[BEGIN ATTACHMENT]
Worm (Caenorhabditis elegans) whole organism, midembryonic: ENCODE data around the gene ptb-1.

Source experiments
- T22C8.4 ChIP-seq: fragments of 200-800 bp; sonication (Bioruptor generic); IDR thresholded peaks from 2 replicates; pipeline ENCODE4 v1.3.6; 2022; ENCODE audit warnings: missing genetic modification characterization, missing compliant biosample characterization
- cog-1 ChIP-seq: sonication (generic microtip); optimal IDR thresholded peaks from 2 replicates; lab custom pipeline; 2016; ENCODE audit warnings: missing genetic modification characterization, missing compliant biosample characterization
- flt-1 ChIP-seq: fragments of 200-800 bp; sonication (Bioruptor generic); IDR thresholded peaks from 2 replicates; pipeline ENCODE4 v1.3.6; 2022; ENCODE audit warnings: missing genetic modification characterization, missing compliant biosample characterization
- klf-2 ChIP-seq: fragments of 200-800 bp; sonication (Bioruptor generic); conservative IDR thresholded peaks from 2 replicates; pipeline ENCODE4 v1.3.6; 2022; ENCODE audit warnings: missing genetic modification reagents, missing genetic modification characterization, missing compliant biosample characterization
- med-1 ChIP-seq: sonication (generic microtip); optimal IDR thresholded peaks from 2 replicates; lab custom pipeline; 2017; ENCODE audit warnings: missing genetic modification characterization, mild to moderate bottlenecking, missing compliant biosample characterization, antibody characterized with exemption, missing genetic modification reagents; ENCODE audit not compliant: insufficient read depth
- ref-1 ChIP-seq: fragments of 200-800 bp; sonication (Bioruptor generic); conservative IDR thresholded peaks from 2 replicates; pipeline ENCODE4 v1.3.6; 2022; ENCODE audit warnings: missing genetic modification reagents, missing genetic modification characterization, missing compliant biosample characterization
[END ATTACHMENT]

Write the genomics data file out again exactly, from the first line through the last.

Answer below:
Worm (Caenorhabditis elegans) whole organism, midembryonic: ENCODE data around the gene ptb-1.

Source experiments
- T22C8.4 ChIP-seq: fragments of 200-800 bp; sonication (Bioruptor generic); IDR thresholded peaks from 2 replicates; pipeline ENCODE4 v1.3.6; 2022; ENCODE audit warnings: missing genetic modification characterization, missing compliant biosample characterization
- cog-1 ChIP-seq: sonication (generic microtip); optimal IDR thresholded peaks from 2 replicates; lab custom pipeline; 2016; ENCODE audit warnings: missing genetic modification characterization, missing compliant biosample characterization
- flt-1 ChIP-seq: fragments of 200-800 bp; sonication (Bioruptor generic); IDR thresholded peaks from 2 replicates; pipeline ENCODE4 v1.3.6; 2022; ENCODE audit warnings: missing genetic modification characterization, missing compliant biosample characterization
- klf-2 ChIP-seq: fragments of 200-800 bp; sonication (Bioruptor generic); conservative IDR thresholded peaks from 2 replicates; pipeline ENCODE4 v1.3.6; 2022; ENCODE audit warnings: missing genetic modification reagents, missing genetic modification characterization, missing compliant biosample characterization
- med-1 ChIP-seq: sonication (generic microtip); optimal IDR thresholded peaks from 2 replicates; lab custom pipeline; 2017; ENCODE audit warnings: missing genetic modification characterization, mild to moderate bottlenecking, missing compliant biosample characterization, antibody characterized with exemption, missing genetic modification reagents; ENCODE audit not compliant: insufficient read depth
- ref-1 ChIP-seq: fragments of 200-800 bp; sonication (Bioruptor generic); conservative IDR thresholded peaks from 2 replicates; pipeline ENCODE4 v1.3.6; 2022; ENCODE audit warnings: missing genetic modification reagents, missing genetic modification characterization, missing compliant biosample characterization